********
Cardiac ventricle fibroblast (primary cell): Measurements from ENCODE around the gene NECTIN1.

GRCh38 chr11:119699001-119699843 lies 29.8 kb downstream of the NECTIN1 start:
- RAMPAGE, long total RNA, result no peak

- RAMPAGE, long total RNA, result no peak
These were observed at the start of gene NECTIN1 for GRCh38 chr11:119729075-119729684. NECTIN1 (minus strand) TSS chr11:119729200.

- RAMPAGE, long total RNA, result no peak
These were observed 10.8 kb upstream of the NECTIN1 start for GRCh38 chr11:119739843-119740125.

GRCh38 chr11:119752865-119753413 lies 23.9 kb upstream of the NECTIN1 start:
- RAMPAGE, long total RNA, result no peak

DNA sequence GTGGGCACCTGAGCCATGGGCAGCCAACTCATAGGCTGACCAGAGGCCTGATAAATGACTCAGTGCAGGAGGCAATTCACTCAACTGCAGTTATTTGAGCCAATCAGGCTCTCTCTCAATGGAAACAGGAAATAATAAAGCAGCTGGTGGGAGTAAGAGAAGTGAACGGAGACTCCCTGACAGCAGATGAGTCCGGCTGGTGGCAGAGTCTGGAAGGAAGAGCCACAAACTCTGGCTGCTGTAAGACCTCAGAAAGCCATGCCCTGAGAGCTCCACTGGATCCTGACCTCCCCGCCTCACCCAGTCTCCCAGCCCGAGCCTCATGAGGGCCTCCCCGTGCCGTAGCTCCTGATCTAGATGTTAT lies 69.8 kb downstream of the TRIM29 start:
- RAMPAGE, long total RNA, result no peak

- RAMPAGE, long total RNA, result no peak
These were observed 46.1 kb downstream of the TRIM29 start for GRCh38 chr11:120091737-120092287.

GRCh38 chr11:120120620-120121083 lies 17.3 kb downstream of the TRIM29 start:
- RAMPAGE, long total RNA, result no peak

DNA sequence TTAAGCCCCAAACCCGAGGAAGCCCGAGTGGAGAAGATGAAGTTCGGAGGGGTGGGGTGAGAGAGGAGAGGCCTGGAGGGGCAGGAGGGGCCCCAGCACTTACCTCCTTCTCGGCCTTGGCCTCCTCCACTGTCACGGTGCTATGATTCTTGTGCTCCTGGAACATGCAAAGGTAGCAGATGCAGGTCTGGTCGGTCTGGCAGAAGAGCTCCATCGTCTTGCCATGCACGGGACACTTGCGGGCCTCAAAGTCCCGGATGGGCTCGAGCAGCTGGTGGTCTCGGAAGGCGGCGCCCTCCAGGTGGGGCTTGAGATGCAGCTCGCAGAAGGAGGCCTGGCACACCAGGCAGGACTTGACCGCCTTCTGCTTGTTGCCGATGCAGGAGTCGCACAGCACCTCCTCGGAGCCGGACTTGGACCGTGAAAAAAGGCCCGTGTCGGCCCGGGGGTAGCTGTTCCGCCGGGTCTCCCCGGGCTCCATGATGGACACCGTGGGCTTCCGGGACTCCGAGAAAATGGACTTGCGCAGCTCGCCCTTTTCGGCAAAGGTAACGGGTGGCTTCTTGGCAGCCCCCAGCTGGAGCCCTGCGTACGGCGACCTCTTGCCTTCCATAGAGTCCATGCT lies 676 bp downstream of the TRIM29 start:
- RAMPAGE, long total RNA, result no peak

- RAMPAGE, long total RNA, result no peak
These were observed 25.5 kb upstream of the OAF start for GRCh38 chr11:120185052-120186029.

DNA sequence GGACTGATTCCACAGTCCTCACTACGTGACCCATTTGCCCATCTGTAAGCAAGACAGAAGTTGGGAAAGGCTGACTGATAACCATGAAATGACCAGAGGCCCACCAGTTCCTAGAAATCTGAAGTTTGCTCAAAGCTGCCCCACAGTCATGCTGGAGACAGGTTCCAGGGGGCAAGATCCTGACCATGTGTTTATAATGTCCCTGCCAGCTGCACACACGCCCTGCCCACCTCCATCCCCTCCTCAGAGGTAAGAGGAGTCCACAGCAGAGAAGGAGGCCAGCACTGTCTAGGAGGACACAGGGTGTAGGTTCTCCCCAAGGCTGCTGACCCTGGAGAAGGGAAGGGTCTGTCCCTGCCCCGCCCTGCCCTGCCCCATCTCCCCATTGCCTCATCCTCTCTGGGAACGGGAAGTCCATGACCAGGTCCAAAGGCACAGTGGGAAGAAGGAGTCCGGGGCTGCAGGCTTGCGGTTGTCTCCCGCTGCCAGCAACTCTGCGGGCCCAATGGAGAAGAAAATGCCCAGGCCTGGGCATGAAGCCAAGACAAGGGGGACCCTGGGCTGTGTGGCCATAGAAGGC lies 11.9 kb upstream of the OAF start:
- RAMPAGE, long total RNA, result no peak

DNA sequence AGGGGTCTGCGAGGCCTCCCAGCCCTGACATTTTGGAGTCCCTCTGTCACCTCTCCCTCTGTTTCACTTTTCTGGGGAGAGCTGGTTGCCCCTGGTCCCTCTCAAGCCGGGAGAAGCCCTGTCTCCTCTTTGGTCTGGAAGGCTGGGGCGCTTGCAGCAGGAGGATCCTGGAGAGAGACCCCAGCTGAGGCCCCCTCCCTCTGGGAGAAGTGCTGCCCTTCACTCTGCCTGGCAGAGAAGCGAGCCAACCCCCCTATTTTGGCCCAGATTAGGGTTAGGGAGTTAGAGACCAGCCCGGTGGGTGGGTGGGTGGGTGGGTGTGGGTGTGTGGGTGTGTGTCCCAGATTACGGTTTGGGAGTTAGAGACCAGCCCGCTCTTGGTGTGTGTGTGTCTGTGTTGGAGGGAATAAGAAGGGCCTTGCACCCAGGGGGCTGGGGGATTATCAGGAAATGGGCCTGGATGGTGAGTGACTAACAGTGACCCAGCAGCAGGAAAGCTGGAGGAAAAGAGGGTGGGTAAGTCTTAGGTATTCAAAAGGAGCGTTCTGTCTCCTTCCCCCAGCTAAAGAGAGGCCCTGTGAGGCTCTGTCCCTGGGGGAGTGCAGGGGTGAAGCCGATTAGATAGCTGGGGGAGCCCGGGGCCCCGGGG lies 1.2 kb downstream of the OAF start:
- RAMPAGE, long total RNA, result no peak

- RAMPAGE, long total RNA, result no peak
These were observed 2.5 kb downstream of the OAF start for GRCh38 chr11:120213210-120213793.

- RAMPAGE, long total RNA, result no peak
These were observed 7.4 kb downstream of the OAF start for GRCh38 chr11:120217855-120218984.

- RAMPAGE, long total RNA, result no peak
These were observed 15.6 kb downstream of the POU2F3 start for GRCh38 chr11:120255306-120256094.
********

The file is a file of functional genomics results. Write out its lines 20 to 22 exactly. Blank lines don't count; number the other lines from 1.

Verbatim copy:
DNA sequence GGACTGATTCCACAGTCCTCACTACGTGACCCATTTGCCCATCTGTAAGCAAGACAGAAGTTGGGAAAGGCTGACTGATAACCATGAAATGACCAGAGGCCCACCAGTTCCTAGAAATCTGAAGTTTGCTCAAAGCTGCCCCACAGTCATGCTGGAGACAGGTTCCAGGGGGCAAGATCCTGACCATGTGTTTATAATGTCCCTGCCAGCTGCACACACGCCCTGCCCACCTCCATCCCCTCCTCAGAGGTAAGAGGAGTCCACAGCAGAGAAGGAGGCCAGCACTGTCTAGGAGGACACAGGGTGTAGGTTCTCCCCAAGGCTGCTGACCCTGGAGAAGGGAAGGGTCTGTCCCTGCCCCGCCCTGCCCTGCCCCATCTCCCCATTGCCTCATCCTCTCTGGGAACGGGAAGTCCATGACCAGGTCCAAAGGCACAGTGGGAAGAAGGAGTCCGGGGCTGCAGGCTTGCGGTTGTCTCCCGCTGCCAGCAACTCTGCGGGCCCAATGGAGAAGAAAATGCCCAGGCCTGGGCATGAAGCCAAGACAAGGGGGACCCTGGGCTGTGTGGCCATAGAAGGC lies 11.9 kb upstream of the OAF start:
- RAMPAGE, long total RNA, result no peak

DNA sequence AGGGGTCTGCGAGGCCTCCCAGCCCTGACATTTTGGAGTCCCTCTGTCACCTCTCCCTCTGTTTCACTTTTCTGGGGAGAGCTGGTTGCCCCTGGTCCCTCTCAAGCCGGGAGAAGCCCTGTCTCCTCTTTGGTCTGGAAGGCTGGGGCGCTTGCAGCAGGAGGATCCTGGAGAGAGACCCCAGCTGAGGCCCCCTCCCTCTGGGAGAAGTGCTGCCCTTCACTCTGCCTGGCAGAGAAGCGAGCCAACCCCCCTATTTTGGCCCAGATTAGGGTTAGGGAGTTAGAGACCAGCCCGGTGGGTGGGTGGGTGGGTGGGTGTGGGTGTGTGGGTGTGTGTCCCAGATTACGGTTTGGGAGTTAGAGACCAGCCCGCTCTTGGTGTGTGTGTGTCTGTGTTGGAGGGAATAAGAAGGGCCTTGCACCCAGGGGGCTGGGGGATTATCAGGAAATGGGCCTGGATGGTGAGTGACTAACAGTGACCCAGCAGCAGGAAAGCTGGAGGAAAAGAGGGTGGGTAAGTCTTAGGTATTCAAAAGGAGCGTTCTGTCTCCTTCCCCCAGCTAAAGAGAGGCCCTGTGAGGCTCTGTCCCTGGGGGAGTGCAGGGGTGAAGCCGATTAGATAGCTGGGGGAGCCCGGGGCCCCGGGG lies 1.2 kb downstream of the OAF start: